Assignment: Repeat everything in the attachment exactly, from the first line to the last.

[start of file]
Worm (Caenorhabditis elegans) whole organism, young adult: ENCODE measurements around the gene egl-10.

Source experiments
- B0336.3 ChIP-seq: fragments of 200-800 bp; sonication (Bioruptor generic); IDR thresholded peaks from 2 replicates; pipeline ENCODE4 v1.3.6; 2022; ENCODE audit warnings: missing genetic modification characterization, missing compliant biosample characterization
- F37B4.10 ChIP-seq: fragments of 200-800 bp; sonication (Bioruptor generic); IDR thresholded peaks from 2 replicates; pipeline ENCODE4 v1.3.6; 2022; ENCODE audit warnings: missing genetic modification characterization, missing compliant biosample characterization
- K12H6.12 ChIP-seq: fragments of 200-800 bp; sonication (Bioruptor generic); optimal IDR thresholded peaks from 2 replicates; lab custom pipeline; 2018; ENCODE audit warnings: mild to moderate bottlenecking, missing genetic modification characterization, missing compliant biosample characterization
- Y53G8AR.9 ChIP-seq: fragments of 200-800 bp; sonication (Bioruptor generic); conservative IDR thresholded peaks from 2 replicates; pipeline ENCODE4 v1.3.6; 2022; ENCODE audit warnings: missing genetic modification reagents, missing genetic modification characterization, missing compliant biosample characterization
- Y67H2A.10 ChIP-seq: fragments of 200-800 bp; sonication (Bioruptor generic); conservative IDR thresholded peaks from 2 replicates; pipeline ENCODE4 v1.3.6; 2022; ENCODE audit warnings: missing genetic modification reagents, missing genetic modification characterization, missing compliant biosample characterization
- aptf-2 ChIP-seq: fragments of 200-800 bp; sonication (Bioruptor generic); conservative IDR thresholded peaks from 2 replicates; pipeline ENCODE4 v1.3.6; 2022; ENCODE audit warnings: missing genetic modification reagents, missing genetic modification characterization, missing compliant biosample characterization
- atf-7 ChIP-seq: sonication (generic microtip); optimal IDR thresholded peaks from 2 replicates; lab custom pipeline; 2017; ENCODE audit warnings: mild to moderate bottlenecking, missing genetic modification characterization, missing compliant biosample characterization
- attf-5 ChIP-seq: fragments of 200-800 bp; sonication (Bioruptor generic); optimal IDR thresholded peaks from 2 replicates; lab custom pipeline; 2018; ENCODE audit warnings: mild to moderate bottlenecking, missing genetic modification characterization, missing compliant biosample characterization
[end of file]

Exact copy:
Worm (Caenorhabditis elegans) whole organism, young adult: ENCODE measurements around the gene egl-10.

Source experiments
- B0336.3 ChIP-seq: fragments of 200-800 bp; sonication (Bioruptor generic); IDR thresholded peaks from 2 replicates; pipeline ENCODE4 v1.3.6; 2022; ENCODE audit warnings: missing genetic modification characterization, missing compliant biosample characterization
- F37B4.10 ChIP-seq: fragments of 200-800 bp; sonication (Bioruptor generic); IDR thresholded peaks from 2 replicates; pipeline ENCODE4 v1.3.6; 2022; ENCODE audit warnings: missing genetic modification characterization, missing compliant biosample characterization
- K12H6.12 ChIP-seq: fragments of 200-800 bp; sonication (Bioruptor generic); optimal IDR thresholded peaks from 2 replicates; lab custom pipeline; 2018; ENCODE audit warnings: mild to moderate bottlenecking, missing genetic modification characterization, missing compliant biosample characterization
- Y53G8AR.9 ChIP-seq: fragments of 200-800 bp; sonication (Bioruptor generic); conservative IDR thresholded peaks from 2 replicates; pipeline ENCODE4 v1.3.6; 2022; ENCODE audit warnings: missing genetic modification reagents, missing genetic modification characterization, missing compliant biosample characterization
- Y67H2A.10 ChIP-seq: fragments of 200-800 bp; sonication (Bioruptor generic); conservative IDR thresholded peaks from 2 replicates; pipeline ENCODE4 v1.3.6; 2022; ENCODE audit warnings: missing genetic modification reagents, missing genetic modification characterization, missing compliant biosample characterization
- aptf-2 ChIP-seq: fragments of 200-800 bp; sonication (Bioruptor generic); conservative IDR thresholded peaks from 2 replicates; pipeline ENCODE4 v1.3.6; 2022; ENCODE audit warnings: missing genetic modification reagents, missing genetic modification characterization, missing compliant biosample characterization
- atf-7 ChIP-seq: sonication (generic microtip); optimal IDR thresholded peaks from 2 replicates; lab custom pipeline; 2017; ENCODE audit warnings: mild to moderate bottlenecking, missing genetic modification characterization, missing compliant biosample characterization
- attf-5 ChIP-seq: fragments of 200-800 bp; sonication (Bioruptor generic); optimal IDR thresholded peaks from 2 replicates; lab custom pipeline; 2018; ENCODE audit warnings: mild to moderate bottlenecking, missing genetic modification characterization, missing compliant biosample characterization